Solomon Heights: A zombie subdivision?

Taylor, E, Nichols, D and Kolankiewicz, V 2015, 'Solomon Heights: A zombie subdivision?', in Professor Paul Burton and Dr Heather Shearer (ed.) Proceedings of the 2015 State of Australian Cities National Conference (SOAC 7), Gold Coast, Australia, 9-11 December 2015, pp. 1-11.


Document type: Conference Paper
Collection: Conference Papers

Title Solomon Heights: A zombie subdivision?
Author(s) Taylor, E
Nichols, D
Kolankiewicz, V
Year 2015
Conference name SOAC 7
Conference location Gold Coast, Australia
Conference dates 9-11 December 2015
Proceedings title Proceedings of the 2015 State of Australian Cities National Conference (SOAC 7)
Editor(s) Professor Paul Burton and Dr Heather Shearer
Publisher Urban Research Program at Griffith University on behalf of the Australian Cities Research Network
Place of publication Gold Coast, Australia
Start page 1
End page 11
Total pages 11
Abstract Recent work from the Lincoln Institute has identified the phenomenon of the 'zombie subdivision', described by authors Holway, Elliot and Trentadue as 'the living dead of the real estate market'. The authors' case study examples are recent formulations, their residents casualties of the profligate early 21st century. Yet there remains in many quarters of the western world examples of much older, and perhaps by dint of age even more problematic, 'zombie subdivisions'. Solomon Heights, 10kms west of the centre of Melbourne, Australia, on what has now become prime riverside real estate, is a case in point. Although subdivided into a residential pattern during the 1920s, the site had been rezoned industrial in the mid-1950s under Melbourne's first comprehensive city plan. It was thereafter left fallow, for reasons unclear, without basic urban services like water or sealed roads. Environmental social issues have since come to impact on the site, while landowners seek the opportunity to build. In a submission to the 2009 review of the city's urban growth boundary, Solomon Heights owners urged that: The alternative of now acting now...is to commit Solomon Heights to a further period of prolonged stagnation-a period that exacerbates the effects of 100 years of inaction. This paper examines the history of the '100 years of inaction', with particular attention to the efforts by the current responsible LGA to broker a satisfactory outcome for all stakeholders.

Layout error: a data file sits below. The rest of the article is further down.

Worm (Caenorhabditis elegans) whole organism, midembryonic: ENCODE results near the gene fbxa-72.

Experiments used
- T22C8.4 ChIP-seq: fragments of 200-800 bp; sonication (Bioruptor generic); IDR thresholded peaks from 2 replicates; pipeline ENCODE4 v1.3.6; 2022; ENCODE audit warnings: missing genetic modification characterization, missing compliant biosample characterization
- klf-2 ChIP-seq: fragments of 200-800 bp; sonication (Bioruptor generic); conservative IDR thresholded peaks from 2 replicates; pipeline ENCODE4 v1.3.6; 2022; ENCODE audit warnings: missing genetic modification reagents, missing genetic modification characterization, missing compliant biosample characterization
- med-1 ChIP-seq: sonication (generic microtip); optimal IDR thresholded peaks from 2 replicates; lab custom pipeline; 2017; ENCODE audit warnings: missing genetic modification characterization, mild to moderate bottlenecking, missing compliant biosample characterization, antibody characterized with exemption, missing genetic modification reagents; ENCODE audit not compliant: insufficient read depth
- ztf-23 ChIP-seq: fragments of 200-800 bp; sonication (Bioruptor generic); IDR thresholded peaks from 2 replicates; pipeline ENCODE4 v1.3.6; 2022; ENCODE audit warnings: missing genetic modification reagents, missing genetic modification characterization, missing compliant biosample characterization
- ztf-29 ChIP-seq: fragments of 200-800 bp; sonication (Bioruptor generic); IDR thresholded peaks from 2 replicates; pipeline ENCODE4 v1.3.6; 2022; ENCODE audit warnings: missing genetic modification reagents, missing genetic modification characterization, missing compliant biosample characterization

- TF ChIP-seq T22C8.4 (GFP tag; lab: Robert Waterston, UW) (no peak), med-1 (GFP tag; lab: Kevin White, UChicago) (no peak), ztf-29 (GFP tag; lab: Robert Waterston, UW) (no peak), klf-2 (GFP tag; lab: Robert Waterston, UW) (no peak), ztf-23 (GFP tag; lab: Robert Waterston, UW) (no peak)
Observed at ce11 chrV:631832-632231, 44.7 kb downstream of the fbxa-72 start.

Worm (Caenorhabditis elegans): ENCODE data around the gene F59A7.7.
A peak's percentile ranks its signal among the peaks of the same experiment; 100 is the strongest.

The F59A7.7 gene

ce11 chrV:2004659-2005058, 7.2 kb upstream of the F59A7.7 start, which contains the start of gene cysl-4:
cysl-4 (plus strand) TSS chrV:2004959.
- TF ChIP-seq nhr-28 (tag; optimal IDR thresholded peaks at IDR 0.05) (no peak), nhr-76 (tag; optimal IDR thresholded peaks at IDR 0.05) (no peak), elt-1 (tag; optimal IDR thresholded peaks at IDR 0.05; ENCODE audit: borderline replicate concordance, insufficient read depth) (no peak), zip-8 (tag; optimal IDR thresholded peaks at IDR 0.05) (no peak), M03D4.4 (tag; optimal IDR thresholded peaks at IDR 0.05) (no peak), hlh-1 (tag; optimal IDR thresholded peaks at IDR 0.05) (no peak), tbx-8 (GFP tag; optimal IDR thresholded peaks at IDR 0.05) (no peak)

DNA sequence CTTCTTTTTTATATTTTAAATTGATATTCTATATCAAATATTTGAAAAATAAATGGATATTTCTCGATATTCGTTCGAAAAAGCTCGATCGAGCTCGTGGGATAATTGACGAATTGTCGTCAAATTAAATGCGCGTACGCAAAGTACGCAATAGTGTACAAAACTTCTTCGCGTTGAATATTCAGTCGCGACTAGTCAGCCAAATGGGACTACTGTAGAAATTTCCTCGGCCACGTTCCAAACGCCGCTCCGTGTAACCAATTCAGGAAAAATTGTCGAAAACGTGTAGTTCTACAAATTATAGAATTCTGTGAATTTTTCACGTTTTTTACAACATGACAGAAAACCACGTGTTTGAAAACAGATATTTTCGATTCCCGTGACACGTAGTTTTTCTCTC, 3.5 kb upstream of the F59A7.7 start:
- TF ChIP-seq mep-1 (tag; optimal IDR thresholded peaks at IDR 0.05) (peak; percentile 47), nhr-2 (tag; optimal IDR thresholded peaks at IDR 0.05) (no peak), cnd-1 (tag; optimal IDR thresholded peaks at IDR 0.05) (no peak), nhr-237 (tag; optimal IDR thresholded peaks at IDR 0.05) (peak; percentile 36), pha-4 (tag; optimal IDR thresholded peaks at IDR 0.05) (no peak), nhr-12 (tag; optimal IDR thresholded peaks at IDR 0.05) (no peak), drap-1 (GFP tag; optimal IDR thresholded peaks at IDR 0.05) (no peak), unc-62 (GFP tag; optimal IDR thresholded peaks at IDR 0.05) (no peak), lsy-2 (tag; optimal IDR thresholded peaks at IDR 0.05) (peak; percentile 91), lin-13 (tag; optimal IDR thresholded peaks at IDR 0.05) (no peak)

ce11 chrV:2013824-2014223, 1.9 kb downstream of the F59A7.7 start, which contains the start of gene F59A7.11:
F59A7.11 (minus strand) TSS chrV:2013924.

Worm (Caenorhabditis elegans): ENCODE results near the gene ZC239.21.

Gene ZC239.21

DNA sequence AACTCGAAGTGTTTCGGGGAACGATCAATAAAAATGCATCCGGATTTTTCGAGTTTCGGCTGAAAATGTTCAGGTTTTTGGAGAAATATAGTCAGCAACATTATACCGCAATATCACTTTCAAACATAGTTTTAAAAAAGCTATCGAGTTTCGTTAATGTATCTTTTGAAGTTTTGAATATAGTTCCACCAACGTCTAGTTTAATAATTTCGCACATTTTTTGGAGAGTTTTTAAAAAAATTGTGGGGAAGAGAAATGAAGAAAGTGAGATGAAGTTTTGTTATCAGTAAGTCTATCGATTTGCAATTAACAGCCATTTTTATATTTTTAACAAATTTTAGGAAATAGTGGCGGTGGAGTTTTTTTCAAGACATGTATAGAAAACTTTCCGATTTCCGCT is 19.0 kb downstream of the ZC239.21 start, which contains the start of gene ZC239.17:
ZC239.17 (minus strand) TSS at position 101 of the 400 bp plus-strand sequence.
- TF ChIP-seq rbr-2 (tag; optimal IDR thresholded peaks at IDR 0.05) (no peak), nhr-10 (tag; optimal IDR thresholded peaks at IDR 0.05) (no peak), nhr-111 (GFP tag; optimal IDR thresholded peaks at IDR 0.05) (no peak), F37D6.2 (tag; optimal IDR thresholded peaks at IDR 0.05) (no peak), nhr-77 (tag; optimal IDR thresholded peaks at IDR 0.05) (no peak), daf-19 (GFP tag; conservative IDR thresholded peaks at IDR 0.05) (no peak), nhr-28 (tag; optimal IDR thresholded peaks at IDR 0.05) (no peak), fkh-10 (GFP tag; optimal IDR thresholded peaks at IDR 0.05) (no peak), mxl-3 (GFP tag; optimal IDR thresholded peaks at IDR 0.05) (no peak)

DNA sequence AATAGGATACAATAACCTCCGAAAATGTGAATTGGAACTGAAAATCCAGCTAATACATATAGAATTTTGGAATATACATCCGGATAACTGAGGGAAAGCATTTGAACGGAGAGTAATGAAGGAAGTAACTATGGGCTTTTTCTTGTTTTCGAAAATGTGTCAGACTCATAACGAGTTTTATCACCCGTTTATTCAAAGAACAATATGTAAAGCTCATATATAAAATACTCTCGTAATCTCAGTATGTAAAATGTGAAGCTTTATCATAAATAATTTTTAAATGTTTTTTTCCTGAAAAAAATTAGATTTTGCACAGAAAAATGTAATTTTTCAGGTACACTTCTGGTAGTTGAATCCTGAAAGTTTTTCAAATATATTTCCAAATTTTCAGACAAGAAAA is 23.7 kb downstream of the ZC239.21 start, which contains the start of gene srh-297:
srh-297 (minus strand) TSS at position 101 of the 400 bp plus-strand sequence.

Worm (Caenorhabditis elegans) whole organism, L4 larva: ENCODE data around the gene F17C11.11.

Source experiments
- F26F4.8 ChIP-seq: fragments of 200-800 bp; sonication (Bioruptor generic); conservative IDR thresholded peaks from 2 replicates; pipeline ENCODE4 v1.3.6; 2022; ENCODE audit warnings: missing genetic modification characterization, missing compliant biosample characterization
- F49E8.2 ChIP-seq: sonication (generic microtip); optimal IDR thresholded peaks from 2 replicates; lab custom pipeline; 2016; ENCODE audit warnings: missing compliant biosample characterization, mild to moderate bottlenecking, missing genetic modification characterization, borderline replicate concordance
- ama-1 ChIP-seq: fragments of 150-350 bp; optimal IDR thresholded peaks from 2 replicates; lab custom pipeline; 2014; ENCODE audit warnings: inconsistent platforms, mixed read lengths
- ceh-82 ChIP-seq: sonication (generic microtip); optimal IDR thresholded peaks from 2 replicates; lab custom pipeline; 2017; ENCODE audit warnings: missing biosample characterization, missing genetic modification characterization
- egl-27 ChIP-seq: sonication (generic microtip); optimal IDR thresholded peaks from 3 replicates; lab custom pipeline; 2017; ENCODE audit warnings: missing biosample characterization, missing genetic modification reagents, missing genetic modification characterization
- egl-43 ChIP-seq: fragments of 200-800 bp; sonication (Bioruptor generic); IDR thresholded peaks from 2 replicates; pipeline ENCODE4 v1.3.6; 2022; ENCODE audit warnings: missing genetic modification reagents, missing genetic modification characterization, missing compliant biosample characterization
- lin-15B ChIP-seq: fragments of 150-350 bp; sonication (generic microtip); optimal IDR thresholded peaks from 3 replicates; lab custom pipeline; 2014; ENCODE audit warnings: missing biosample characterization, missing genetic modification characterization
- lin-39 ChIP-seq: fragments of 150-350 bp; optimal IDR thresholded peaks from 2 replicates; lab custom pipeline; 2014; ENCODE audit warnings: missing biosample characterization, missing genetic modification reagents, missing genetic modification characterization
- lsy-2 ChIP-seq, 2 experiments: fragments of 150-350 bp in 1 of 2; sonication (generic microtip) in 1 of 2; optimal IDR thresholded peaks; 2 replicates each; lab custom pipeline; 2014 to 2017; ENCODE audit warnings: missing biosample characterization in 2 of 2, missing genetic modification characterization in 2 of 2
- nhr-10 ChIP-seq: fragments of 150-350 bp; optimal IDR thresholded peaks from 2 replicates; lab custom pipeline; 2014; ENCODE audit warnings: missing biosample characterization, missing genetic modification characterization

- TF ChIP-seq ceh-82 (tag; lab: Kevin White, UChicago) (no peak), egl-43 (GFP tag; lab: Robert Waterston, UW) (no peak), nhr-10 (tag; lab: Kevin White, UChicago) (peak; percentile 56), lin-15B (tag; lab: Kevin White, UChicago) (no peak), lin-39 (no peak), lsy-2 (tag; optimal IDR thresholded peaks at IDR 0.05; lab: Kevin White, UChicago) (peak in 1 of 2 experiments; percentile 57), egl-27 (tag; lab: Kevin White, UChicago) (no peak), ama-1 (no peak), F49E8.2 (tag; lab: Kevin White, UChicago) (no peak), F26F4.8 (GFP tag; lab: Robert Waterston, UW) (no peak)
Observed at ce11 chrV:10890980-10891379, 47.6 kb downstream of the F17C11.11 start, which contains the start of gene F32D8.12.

Subjects Housing Markets, Development, Management
History and Theory of the Built Environment (excl. Architecture)
Land Use and Environmental Planning
Keyword(s) Town planning
Urban history
Zoning
Urban environmentalism
Property rights
Copyright notice Copyright: © State of Australian Cities Research Network and the author/s
ISBN 9781925455038
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